In Galle, on the southern tip of the island, both the Sun House and the new Amangalla resort were untouched. At press time, both properties were putting up aid workers and displaced villagers, but not receiving guests. (Amangalla pushed back its opening date to mid-February.) The Taj Exotica in Bentota (south of Colombo) suffered some harm but reopened quickly, and Colombo's Taj Samudra was unscathed.
Despite ground-floor damage to 16 rooms at Blue Water, a Geoffrey Bawa-designed property near the beaches of Wadduwa on the southwest coast, the resort remained open. Club Villa, in Bentota, was physically unaffected.
But damage came in a fiscal form as well."Typically we're overbooked in January," Cooray says. This January, however, Jetwing's occupancy sank to 25 percent; Cooray predicts first-quarter losses of $4 million, and PATA foresees "extensive" impact on the tourism sector nationwide.
The southern and central atolls fared the worst when the tsunami rolled over this cluster of low-lying islands, destroying harbors, jetties, and sewage systems. Miraculously, though—in part because it was protected by outlying coral reefs—the Maldives suffered relatively few casualties.
At press time, all but 21 of its 87 resorts, including Soneva Fushi in Baa Atoll and Banyan Tree Maldives Vabbinfaru in western North Malé Atoll, were open. But Soneva Gili, on North Malé's Lankanfushi Island, was forced to shut down because of widespread damage.
The sea also inundated most of the 106-bungalow Four Seasons Resort Maldives at nearby Kuda Huraa; Neil Jacobs, senior vice president of operations in the region, says he plans to reopen by July: "We're hopeful that come next season it will be business as usual."
In the interim, the Maldives are reeling. In January, occupancy rates reportedly dropped to less than 15 percent— troubling news for a nation in which tourism accounts for more than one-third of all employment.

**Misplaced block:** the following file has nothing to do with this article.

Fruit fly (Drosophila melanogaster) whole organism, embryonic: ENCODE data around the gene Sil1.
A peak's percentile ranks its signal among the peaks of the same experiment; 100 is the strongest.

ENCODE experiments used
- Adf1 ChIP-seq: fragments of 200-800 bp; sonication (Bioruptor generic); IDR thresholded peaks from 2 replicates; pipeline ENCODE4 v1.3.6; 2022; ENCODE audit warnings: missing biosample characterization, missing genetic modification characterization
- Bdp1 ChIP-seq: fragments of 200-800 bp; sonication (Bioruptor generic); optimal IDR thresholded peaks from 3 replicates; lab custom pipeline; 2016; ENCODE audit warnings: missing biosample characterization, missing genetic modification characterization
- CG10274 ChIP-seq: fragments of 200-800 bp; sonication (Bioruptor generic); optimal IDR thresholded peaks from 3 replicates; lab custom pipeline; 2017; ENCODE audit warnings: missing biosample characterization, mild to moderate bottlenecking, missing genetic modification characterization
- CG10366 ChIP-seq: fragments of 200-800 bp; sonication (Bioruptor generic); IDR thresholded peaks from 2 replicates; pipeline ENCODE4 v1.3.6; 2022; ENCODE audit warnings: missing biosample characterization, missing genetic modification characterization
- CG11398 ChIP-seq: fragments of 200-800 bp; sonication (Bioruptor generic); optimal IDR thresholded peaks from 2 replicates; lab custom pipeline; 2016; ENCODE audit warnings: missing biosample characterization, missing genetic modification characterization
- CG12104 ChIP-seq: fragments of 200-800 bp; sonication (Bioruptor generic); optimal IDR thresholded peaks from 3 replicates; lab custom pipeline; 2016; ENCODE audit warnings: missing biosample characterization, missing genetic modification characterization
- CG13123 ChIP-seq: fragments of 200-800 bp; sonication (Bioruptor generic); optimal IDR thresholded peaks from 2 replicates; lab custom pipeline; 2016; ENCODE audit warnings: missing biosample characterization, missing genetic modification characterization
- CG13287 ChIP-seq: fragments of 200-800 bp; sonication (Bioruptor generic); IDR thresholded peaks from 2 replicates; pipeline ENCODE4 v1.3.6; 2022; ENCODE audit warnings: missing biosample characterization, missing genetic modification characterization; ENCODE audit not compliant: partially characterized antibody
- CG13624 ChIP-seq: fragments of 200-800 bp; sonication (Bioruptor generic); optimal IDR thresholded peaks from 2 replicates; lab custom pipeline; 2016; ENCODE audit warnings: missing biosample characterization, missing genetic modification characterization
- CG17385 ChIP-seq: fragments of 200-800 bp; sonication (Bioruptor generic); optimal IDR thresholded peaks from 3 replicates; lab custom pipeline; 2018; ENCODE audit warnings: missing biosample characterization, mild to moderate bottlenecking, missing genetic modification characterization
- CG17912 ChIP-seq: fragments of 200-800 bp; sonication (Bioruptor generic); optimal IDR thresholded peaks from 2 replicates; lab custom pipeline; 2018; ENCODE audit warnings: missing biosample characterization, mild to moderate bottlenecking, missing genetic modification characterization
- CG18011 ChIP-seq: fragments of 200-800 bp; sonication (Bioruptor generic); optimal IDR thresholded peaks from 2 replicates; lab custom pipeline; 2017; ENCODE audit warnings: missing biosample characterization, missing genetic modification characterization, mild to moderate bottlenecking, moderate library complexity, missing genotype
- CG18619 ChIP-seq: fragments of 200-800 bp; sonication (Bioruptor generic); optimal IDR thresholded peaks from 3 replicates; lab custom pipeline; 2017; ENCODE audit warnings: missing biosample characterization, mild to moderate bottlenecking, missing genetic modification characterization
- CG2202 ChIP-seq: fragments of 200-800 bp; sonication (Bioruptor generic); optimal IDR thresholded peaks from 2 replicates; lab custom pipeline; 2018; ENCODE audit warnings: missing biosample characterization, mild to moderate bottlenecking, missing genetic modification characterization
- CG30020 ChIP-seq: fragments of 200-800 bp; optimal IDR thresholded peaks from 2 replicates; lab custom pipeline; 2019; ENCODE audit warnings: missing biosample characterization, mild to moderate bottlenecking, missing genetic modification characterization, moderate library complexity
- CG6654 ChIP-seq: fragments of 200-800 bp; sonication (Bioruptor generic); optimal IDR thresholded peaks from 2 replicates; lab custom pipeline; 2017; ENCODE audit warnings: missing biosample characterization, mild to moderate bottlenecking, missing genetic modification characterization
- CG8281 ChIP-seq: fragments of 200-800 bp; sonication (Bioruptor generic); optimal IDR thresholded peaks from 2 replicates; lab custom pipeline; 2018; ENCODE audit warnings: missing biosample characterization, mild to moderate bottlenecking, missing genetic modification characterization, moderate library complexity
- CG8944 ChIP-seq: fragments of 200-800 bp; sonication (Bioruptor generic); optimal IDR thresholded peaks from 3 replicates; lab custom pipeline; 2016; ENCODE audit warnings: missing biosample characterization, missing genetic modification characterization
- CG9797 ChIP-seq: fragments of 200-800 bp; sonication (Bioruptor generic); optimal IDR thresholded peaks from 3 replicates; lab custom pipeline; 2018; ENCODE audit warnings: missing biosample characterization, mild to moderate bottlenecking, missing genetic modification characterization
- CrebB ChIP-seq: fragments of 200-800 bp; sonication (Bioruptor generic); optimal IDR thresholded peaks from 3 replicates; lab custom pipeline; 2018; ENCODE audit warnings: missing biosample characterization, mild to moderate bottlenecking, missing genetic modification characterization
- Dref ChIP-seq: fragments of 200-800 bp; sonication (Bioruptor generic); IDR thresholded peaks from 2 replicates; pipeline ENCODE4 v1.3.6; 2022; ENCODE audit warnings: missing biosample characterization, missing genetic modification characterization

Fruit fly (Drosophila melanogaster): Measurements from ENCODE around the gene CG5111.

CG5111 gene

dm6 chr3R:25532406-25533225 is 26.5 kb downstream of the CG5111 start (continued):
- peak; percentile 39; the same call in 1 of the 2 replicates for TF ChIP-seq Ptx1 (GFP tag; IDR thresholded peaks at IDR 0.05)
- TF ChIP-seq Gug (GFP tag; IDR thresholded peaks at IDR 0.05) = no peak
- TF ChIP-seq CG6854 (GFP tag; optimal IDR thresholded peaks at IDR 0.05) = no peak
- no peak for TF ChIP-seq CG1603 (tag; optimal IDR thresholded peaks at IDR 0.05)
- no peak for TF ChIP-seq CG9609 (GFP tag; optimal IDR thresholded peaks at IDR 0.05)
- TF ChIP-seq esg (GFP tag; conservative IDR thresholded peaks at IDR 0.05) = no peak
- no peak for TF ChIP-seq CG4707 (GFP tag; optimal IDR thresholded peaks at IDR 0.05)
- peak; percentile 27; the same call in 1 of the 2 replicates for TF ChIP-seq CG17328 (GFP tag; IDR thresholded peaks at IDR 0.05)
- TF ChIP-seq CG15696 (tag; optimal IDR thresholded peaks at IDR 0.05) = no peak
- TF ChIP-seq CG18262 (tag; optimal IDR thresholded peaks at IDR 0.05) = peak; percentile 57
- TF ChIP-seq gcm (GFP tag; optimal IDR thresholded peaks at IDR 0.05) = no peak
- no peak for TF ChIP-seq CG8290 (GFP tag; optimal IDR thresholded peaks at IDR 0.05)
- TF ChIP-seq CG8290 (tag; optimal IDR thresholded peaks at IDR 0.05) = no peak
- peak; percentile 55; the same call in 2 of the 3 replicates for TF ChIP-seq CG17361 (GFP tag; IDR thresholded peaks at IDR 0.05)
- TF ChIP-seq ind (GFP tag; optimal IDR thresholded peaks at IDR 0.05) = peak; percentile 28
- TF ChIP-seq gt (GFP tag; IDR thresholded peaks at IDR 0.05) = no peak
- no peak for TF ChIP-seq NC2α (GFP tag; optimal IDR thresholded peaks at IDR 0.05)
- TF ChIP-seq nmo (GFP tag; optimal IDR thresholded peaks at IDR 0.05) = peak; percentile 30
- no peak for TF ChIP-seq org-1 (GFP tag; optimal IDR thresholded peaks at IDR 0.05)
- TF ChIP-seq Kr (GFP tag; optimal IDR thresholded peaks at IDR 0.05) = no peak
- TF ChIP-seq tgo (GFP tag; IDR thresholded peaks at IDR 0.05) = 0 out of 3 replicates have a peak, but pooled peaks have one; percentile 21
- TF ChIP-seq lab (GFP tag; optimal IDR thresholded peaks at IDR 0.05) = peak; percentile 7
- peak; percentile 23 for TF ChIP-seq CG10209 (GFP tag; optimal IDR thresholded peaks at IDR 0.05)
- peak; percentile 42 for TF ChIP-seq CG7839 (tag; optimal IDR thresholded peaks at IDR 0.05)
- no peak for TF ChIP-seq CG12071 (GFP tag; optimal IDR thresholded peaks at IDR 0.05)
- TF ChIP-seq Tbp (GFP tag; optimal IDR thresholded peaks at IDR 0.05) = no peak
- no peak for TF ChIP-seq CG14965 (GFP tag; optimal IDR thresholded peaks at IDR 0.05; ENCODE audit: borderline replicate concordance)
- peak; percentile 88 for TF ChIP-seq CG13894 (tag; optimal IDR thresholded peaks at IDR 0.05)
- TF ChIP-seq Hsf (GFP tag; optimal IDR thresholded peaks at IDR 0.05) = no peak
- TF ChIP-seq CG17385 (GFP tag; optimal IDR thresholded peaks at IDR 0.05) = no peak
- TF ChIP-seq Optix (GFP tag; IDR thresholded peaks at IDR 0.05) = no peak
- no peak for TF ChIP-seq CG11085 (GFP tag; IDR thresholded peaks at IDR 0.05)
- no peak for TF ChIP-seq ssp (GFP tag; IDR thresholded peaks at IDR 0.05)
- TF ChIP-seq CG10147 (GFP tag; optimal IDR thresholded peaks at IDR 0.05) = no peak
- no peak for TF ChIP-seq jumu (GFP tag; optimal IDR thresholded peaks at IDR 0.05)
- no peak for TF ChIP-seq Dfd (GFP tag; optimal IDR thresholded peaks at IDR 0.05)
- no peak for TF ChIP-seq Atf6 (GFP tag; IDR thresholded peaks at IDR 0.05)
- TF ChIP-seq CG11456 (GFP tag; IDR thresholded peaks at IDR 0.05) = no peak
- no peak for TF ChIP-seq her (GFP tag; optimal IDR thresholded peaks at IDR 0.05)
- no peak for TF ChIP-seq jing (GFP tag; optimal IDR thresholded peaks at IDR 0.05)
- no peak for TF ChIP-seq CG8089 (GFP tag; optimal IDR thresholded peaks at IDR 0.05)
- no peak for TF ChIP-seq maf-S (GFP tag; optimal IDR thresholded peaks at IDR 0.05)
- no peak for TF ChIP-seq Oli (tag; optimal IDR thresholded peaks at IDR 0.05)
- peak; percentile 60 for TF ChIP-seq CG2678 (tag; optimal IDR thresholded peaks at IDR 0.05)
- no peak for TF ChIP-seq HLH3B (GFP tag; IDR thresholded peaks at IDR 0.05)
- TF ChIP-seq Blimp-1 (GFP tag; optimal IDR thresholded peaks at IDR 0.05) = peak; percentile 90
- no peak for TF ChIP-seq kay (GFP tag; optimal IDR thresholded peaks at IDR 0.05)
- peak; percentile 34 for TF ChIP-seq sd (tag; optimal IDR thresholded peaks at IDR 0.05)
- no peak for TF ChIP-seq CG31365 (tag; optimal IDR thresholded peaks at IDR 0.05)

The wave ravaged Tamil Nadu and the Nicobar and Andaman Islands, but only grazed the southwestern state of Kerala, a popular tourist destination.
The tourism infrastructure of this tiny archipelago was "hardly touched," according to the tourist board; only three of the Seychelles' 147 hotels—all on Praslin's exposed eastern coast—shut down. At press time, two of these, Cote d'Or Lodge and La Reserve Hotel, were slated to reopen in mid-January. Mahé had temporary road closings and debris on the beaches, but no resorts shut down.
Despite its proximity to the earthquake's epicenter, peninsular Malaysia was largely sheltered by Sumatra. Though the tsunami roughed up resort beachfronts in Penang and Langkawi, the hotels themselves were undamaged. At press time, the 92-villa Four Seasons Resort Langkawi remained on track to open in late February.
"The hotel was not hurt at all," Four Seasons' Jacobs says.
CHRISTOPHER R. COX is a feature reporter for the Boston Herald.
For travelandleisure.com's updates on hotels, resorts, and spas affected by the tsunami, as well as dispatches from the region, click here. PATA's Web site (www.pata.org) is also a good resource, with links to many tourism boards. The following sites offer details on specific hotels:
SRI LANKA www.contactsrilanka.org
At press time, Doctors Without Borders was turning away donations for its emergency response in South Asia. However, there were still many international aid organizations accepting money, stock shares, and, in some cases, even airline miles (to fly aid workers to the region). Three to consider:
AMERICAN RED CROSS 800/435-7669; www.redcross.org
OXFAM 800/776-9326; www.oxfam.org
CARE 800-521-2273; www.careusa.org
In addition, these local nonprofits—both of which have U.S. tax exemption status—are concentrating on grassroots relief efforts:
THAILAND The PATA Foundation Tsunami Recovery Fund (www.pata.org/tsunami)
SRI LANKA Sarvodaya (www.sarvodaya.org)